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Penny and her marble por Kevin Henkes
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Penny and her marble (edição 2012)

por Kevin Henkes

Séries: Penny and her . . . (3), I Can Read (Level 1)

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6572526,148 (4.11)Nenhum(a)
Penny feels guilty after taking a beautiful blue marble that she sees in Mrs. Goodwin's grass, but gets a pleasant surprise when she goes to return it the next day.
Membro:AFCHLibrary
Título:Penny and her marble
Autores:Kevin Henkes
Informação:New York : Greenwillow Books, 2012.
Colecções:Elementary (Red)
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Penny and Her Marble I Can Read por Kevin Henkes

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Mostrando 1-5 de 25 (seguinte | mostrar todos)
In this book, Henkes shows how children use their imagination to take them to other places. He illustrates Penny's imagination taking over reality as she strolls her doll down the sidewalk. I like this book because I think that it is important that children use their imagination. I also like how Henkes teaches the lesson of not taking something that isn't yours in a very light and innocent way. ( )
  BMayeux | Mar 26, 2019 |
Penny is out walking her doll Rose when she finds a shiny, bright blue marble in Mrs. Goodwin's front yard. She picks it up and takes it home, but is then consumed by guilt and returns it - only to have Mrs. Goodwin encourage her to keep it. ( )
  JennyArch | Oct 15, 2018 |
Penny finds a marble in her neighbor's yard. She knows that she shouldn't take it without asking, She deals with the hard decision of coming clean to her neighbor even though she may have never even noticed it was gone.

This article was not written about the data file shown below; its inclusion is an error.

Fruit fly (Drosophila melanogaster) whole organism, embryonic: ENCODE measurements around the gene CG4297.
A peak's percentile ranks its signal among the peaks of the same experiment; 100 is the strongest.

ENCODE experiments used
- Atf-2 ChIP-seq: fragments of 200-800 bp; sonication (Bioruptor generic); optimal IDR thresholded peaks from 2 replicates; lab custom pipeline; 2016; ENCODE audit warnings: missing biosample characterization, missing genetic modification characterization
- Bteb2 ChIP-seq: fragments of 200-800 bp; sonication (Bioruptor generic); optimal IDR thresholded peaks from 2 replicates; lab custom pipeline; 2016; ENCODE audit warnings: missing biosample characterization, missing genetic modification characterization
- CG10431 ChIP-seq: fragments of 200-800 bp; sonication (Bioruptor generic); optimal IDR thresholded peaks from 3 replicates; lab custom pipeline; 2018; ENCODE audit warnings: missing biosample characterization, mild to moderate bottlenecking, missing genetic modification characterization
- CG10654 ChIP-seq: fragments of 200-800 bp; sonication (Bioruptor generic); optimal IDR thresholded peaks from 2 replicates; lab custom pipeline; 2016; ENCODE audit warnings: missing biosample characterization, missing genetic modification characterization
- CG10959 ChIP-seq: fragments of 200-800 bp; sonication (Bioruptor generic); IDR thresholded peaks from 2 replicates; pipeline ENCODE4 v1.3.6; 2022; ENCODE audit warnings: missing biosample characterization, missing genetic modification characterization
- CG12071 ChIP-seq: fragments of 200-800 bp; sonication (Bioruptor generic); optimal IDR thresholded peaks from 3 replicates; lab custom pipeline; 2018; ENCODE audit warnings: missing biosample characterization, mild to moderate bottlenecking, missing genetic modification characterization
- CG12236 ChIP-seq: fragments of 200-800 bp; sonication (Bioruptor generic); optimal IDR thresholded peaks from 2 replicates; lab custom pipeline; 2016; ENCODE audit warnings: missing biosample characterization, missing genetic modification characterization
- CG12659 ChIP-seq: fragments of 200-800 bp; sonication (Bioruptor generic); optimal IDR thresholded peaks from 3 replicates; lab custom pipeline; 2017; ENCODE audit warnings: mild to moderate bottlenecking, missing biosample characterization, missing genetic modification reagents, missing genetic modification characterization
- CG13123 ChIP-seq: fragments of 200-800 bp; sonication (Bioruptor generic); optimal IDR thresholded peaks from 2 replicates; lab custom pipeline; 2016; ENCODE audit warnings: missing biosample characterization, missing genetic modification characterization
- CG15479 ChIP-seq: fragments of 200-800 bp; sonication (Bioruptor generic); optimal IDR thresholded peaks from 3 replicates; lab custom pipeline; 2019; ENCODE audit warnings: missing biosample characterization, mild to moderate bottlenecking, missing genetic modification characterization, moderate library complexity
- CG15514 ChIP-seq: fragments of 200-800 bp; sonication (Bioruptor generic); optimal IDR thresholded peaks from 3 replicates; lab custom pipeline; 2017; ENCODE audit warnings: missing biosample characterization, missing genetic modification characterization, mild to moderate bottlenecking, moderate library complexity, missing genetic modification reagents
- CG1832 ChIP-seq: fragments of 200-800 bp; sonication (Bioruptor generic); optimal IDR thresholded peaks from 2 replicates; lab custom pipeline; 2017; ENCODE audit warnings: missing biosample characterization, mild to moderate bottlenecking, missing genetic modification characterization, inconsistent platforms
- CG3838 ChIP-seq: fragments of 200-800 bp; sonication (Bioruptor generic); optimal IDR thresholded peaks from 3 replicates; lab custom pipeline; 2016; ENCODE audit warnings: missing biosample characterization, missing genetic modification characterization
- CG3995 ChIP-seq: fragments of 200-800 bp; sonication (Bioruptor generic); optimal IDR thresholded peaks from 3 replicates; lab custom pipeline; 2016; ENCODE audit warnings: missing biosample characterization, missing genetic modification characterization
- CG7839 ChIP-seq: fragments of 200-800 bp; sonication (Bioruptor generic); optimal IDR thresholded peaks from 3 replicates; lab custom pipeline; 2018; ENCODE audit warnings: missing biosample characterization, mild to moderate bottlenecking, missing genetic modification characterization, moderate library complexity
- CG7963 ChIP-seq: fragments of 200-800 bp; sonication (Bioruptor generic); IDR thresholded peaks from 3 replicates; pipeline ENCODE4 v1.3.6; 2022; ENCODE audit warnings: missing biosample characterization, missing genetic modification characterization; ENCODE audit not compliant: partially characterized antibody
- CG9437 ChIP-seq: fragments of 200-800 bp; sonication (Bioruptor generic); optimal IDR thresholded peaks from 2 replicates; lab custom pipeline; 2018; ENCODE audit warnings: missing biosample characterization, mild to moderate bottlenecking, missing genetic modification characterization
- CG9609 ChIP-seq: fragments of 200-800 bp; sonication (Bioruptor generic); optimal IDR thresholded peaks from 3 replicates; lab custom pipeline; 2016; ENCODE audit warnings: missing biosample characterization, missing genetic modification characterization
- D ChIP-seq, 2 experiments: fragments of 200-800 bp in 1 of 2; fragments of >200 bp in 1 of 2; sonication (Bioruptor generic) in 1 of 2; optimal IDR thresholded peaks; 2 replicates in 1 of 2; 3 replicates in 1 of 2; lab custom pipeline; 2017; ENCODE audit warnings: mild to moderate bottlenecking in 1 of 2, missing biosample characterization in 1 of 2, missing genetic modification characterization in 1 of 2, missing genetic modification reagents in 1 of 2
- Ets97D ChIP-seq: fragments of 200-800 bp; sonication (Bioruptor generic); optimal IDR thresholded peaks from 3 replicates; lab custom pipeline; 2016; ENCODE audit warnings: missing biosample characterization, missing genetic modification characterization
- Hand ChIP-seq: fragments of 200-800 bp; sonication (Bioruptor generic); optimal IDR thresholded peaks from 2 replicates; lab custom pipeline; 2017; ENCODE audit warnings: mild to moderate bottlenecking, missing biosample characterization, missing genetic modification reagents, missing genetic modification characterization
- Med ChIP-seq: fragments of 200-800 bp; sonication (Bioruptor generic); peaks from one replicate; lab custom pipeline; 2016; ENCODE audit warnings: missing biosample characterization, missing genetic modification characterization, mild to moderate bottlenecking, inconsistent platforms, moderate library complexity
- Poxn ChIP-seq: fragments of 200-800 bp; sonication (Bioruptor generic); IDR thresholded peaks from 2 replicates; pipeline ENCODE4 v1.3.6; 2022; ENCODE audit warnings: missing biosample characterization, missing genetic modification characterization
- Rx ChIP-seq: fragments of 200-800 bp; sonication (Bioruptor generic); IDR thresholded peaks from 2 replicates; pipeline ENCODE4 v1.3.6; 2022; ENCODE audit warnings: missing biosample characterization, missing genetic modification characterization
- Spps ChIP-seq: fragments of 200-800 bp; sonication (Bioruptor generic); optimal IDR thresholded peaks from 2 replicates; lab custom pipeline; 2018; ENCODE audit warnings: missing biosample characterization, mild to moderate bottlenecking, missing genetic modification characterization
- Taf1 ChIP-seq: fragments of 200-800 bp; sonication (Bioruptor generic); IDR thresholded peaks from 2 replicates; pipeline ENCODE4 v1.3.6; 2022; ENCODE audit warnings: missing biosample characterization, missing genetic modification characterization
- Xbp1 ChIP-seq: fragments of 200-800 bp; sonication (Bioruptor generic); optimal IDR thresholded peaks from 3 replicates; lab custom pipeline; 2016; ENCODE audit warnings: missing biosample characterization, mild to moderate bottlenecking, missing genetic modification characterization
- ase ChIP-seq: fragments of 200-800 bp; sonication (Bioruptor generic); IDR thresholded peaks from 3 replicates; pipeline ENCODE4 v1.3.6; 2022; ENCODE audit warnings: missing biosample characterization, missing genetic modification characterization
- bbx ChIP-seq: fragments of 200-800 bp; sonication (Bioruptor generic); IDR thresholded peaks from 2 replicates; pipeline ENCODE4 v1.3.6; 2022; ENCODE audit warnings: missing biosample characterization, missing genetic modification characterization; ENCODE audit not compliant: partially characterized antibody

mmoga | Aug 15, 2018 |
In preparation for a Mock-Geisel workshop (in which a clatter of librarians will read, fiercely compare and judge books for early readers), I read this (among various other early reader titles) to my K-1s, the intended audience. Readaloud is not likely the intended means of delivery, but this title stood out to both me and the Primaries.

Penny is taking her doll, Rose, out for a stroll & comes upon a shiny blue marble at the edge of her elderly neighbor's lawn. Penny purloins said treasure and experiences the exact guilt and anxiety that I saw expressed on the 20 faces I read to today. Penny adores the marble; it is the exact color of the beautiful blue sky. The children empathized entirely with Penny's anxiety over her taking, keeping, and ultimately returning the marble.

For an adult reader, there are no surprises here. For a first-grader, though, this title hits the mark. Every child could envision him- or herself in Penny's conflicted position. Every easy-to-read, cadenced word rang true for the intended audience. Every page turn, chapter break and nuance (and there is nuance!) rang true. This easy reader--short, leveled, and potent--has chops. ( )
  msmilton | Jul 18, 2018 |
In preparation for a Mock-Geisel workshop (in which a clatter of librarians will read, fiercely compare and judge books for early readers), I read this (among various other early reader titles) to my K-1s, the intended audience. Readaloud is not likely the intended means of delivery, but this title stood out to both me and the Primaries.

Penny is taking her doll, Rose, out for a stroll & comes upon a shiny blue marble at the edge of her elderly neighbor's lawn. Penny purloins said treasure and experiences the exact guilt and anxiety that I saw expressed on the 20 faces I read to today. Penny adores the marble; it is the exact color of the beautiful blue sky. The children empathized entirely with Penny's anxiety over her taking, keeping, and ultimately returning the marble.

For an adult reader, there are no surprises here. For a first-grader, though, this title hits the mark. Every child could envision him- or herself in Penny's conflicted position. Every easy-to-read, cadenced word rang true for the intended audience. Every page turn, chapter break and nuance (and there is nuance!) rang true. This easy reader--short, leveled, and potent--has chops. ( )
  msmilton | Jul 18, 2018 |
Mostrando 1-5 de 25 (seguinte | mostrar todos)
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Penny feels guilty after taking a beautiful blue marble that she sees in Mrs. Goodwin's grass, but gets a pleasant surprise when she goes to return it the next day.

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